Whether he's singing about a NASCAR driver's sexual orientation or doing commercials for Big O Tires, Tim Wilson can't be mistaken for someone else. The Georgia native's distinctive baritone twang has an edge of roughness -- like most of his comedy material.
Wilson's comic commentary covers subjects such as blind dates, cell phones and annoying relatives. Topics such as sex, politics and religion are not only addressed, they are dissected with a meticulous eye for detail and a somewhat-skewed worldview. You can hear for yourself over the next three weeks when he plays the Comedy Caravan in Mid City Mall.
"My cousin told me a long time ago that I'm funniest when I'm mad," Wilson said in a phone interview earlier this week. "I'm meaner than the Blue Collar Comedy guys, and I have more opinions. I like to find someone in the audience who is young enough to be my kid or my niece and explain to them how America is really supposed to be."
Wilson is best known for such ditties as "The Jeff Gordon Song," "Trailer Love" and "First Baptist Bar & Grill," which he refers to as "my Freebird." Since inking a deal with Capitol Records in 1998, he's released more than a half-dozen albums, including "The Real Twang Thang," "I Should've Married My Father-in-Law" and "Hillbilly Homeboy." His latest CD, "Church League Softball Fist Fight," was released in November.
Wilson's renegade reputation is well-known in the entertainment industry.
"I'm sort of like a science experiment for Capitol Records," he said, laughing. "The Capitol people know I'm a little weird, but they also know that they don't have to spend a lot of time marketing my stuff because I have some very loyal fans and a good track record of being able to promote myself on the radio. My songs, or at least the cleaner ones, are radio-friendly."
Along with being a longtime regular guest on nationally syndicated radio programs such as "The Bob & Tom Show" and "John Boy & Billy," Wilson also has some impressive TV credits, including appearances on "The Tonight Show With Jay Leno," "Evening at the Improv" and "Grace Under Fire." His hectic tour schedule takes him to comedy clubs and concert halls across the country.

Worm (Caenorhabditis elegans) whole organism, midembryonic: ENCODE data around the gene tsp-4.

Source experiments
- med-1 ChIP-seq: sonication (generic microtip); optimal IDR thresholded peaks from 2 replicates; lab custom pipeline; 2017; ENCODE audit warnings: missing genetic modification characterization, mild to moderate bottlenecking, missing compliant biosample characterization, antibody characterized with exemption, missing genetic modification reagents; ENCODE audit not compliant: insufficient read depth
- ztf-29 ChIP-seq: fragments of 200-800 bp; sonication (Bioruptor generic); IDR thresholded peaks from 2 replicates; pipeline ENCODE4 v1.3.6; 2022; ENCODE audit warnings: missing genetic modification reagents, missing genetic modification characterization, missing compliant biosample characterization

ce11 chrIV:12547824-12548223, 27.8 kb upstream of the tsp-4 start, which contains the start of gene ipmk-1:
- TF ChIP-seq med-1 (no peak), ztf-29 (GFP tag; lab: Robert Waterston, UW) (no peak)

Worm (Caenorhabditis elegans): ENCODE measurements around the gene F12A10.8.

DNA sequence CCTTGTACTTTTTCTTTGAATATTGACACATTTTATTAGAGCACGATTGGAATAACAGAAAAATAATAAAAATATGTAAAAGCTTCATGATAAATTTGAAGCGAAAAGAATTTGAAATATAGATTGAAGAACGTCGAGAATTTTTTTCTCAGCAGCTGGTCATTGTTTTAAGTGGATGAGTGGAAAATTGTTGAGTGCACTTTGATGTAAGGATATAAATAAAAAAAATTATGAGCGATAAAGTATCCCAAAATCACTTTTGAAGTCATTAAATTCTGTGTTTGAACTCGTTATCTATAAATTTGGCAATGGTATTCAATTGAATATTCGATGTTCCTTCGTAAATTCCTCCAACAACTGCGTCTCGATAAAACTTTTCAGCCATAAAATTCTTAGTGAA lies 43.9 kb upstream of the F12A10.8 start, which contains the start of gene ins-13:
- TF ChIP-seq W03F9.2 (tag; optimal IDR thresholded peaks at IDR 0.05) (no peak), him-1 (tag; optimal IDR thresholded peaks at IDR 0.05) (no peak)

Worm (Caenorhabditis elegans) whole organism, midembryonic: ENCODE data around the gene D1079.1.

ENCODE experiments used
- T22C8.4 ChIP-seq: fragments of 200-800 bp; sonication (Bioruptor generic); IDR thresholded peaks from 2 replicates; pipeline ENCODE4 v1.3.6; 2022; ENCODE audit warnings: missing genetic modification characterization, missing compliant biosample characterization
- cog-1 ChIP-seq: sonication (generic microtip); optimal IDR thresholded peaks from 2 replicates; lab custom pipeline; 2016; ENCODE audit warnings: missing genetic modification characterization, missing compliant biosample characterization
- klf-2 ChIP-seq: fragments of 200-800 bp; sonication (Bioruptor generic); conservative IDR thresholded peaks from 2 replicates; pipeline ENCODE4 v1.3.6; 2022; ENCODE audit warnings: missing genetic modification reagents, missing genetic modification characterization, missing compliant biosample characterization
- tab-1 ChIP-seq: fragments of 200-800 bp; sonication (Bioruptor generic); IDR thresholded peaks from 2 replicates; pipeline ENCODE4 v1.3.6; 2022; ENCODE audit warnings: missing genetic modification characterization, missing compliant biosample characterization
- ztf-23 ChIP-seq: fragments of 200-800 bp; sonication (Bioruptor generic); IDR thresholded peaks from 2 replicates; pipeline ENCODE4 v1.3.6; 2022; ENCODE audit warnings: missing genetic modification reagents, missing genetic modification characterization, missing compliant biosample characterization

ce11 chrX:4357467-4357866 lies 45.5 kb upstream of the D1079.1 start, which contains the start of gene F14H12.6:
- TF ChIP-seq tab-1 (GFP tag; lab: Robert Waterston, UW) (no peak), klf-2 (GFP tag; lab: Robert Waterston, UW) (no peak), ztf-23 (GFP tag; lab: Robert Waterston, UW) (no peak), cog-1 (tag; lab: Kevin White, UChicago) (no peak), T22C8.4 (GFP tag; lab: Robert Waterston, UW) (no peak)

Wilson's career began as a "serious" recording artist in the '80s. As a studio musician, he recorded a round of demos with Roy Yeager of the Atlanta Rhythm Section. His path in life changed, Wilson says, thanks to a fateful appearance at an open mike night at an Atlanta comedy club.
Following a stint living in New York City, Wilson returned to his Southern roots. For the past decade or so, he's been living in Nashville. But recently he decided to make Louisville his second home. He now splits his time between Nashville and his "cool new place in the Highlands."
Wilson said there were several factors behind his decision to spend more time in Louisville. For more than two decades, he's worked closely with Comedy Caravan owner Tom Sobel, who also books comedians for gigs nationwide. Louisville's central location is convenient for traveling to clubs throughout the region, Wilson said.
Another motive for his move, Wilson said, is the friendly atmosphere of the Highlands.
"I like being the old guy in the cowboy hat who is hanging out with the blue-haired kids at the Highlands Tap Room."
This is the 15th year Wilson has performed at Comedy Caravan during Derby time. Instead of his usual one-week stint, he'll perform this year for three weeks.
"His Derby shows are so popular each year and usually all sold-out, so we wanted to give more fans a chance to see him this year," Sobel said.
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